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Fossils Discovered In Colorado Might Be Ancestors Of Dogs, Pigs And Deer!

Scientists have discovered a fossil of Militocodon lydae, a small creature that may be the long-lost ancestor of hoofed animals like cows, pigs, and deer.

Denver Museum of Nature & Science
A reconstruction of Militocodon lydae. Photo: Denver Museum of Nature & Science

Scientists recently unearthed a fascinating fossil in Colorado: Militocodon lydae. This little creature, about the size of a rat, up to 455 grams or 16 ounces, might be the long-lost ancestor of all hoofed animals like cows, pigs, and deer!

This creature roamed the Earth approximately 65 million years ago, emerging shortly after the extinction event that wiped out the dinosaurs. Its existence has been pieced together from remnants of a skull and jawbone retrieved from the Corral Bluffs, a fossil-rich site nestled in Colorado.

Nicknamed "M. lydae," the discovery of this diminutive mammal fills gaps in our knowledge of early mammals belonging to the Periptychidae family that took hold after the dinosaurs vanished. Researchers analyzed a partial skull and jawbone to place M. lydae on the evolutionary tree.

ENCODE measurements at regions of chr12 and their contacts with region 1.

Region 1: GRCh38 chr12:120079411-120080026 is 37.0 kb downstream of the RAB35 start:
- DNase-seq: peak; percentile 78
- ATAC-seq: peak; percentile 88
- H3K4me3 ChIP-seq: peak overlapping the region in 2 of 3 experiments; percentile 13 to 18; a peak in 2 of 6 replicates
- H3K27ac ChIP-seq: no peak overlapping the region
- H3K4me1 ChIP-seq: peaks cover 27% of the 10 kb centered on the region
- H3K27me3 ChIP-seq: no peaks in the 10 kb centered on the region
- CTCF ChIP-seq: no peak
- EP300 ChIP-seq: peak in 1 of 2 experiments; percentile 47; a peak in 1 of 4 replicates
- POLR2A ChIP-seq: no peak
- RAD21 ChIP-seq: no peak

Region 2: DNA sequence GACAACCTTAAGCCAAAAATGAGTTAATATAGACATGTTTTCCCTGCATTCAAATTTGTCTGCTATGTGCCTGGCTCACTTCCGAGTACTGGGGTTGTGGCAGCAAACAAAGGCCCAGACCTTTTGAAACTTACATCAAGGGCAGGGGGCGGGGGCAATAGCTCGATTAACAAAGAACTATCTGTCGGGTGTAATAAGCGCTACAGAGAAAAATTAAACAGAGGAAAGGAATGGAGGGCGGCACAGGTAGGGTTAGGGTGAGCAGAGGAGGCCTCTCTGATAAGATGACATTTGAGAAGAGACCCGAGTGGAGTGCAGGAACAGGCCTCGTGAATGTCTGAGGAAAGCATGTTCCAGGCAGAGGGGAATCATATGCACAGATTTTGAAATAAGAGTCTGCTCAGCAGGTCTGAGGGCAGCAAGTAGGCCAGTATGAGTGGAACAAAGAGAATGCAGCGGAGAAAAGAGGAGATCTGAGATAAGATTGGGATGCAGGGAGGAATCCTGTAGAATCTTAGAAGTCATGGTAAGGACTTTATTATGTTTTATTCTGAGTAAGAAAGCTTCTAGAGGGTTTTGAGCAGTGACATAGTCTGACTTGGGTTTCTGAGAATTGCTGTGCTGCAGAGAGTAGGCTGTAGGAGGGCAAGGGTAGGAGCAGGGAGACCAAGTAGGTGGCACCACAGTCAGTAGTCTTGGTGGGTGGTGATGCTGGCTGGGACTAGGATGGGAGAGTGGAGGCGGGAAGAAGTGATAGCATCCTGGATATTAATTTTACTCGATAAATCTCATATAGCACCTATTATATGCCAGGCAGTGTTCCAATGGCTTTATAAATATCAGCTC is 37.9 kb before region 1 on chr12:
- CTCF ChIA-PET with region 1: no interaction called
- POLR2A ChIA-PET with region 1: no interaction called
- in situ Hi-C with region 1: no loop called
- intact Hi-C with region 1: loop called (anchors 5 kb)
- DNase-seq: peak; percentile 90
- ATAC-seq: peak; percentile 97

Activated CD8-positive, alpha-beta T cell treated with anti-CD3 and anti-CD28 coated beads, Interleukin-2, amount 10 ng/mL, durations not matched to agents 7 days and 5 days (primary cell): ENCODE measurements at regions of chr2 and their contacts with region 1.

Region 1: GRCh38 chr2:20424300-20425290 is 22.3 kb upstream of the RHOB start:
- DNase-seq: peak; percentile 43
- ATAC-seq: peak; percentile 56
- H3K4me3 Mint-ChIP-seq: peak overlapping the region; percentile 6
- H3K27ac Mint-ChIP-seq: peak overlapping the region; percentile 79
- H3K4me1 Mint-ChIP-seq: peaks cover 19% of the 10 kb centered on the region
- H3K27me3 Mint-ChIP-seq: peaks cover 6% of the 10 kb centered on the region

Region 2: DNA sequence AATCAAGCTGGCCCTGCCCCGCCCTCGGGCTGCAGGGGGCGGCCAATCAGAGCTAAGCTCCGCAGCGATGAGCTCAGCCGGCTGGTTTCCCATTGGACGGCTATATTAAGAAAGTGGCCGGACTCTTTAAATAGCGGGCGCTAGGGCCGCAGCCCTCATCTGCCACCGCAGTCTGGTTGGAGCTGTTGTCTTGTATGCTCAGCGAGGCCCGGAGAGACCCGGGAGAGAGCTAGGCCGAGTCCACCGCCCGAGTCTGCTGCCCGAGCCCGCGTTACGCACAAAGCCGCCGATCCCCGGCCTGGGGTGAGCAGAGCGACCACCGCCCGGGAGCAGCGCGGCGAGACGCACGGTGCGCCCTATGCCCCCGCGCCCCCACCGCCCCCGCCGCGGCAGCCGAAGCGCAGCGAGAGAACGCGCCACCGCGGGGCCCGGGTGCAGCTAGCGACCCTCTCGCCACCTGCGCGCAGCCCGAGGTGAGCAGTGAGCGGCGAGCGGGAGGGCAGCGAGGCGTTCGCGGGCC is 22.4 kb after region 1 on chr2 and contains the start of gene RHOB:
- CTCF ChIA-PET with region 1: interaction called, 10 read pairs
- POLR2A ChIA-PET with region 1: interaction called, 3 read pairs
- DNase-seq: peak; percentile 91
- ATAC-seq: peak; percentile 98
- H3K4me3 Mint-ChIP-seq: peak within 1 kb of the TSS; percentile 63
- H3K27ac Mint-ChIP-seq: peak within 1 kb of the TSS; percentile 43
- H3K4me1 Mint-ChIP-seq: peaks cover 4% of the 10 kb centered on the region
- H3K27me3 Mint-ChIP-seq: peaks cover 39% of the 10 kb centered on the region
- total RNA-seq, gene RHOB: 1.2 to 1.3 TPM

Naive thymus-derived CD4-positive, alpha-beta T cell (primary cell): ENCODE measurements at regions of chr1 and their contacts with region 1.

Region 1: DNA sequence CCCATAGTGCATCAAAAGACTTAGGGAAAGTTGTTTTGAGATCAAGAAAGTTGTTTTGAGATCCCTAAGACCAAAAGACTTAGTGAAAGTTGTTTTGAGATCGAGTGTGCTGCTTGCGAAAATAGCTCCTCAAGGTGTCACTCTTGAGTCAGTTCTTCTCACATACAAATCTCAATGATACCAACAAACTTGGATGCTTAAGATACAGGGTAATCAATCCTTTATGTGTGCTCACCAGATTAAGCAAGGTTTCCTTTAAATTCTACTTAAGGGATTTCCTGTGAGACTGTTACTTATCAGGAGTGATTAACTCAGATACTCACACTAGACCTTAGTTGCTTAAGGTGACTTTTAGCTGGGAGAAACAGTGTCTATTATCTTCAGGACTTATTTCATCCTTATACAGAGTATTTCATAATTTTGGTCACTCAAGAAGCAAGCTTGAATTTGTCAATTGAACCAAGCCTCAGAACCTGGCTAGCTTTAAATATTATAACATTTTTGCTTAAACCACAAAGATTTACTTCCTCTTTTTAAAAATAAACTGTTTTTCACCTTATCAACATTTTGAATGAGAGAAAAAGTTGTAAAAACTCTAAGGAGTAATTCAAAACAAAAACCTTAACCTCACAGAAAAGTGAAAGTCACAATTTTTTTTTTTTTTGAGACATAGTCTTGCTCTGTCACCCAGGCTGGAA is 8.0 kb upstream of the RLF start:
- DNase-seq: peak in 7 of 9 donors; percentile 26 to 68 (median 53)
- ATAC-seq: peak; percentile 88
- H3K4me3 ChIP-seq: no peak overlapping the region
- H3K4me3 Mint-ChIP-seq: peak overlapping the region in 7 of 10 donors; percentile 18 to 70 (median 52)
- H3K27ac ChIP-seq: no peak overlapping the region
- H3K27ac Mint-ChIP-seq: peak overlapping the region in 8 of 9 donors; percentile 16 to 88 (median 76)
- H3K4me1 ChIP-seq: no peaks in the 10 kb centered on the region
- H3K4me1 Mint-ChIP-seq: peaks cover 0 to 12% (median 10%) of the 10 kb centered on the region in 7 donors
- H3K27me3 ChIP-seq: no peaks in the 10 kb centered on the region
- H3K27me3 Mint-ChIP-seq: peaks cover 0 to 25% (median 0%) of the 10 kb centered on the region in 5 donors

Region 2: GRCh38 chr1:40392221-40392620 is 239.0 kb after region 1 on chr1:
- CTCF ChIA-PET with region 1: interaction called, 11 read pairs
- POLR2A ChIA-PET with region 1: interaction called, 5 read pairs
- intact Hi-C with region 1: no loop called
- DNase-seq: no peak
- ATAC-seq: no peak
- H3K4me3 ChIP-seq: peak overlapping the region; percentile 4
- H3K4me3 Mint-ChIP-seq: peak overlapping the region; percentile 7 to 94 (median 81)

"The discovery and thorough descriptions and comparisons of the partial M. lydae skull represent an important step toward unraveling the complex evolutionary history of periptychid mammals," paleontologist Lucas Weaver of Kent State University in Ohio and colleagues write in their published paper.

What makes M. lydae special is its teeth. Unlike grinding teeth, M. lydae's teeth were built for shearing and crushing. This suggests it's an early relative of our familiar farm animals.

However, scientists need more M. lydae fossils to confirm their theory. The Corral Bluffs site in Colorado, where this fossil was found, might hold more clues. This period, following the dinosaur extinction, is known for limited fossils, making M. lydae even more valuable.

"Each fossil helps us refine the picture of how life evolved on Earth," explains lead researcher Tyler Lyson. This discovery sheds light on a period of rapid diversification for mammals, especially after the dinosaurs disappeared.

The research is published in the Journal of Mammalian Evolution.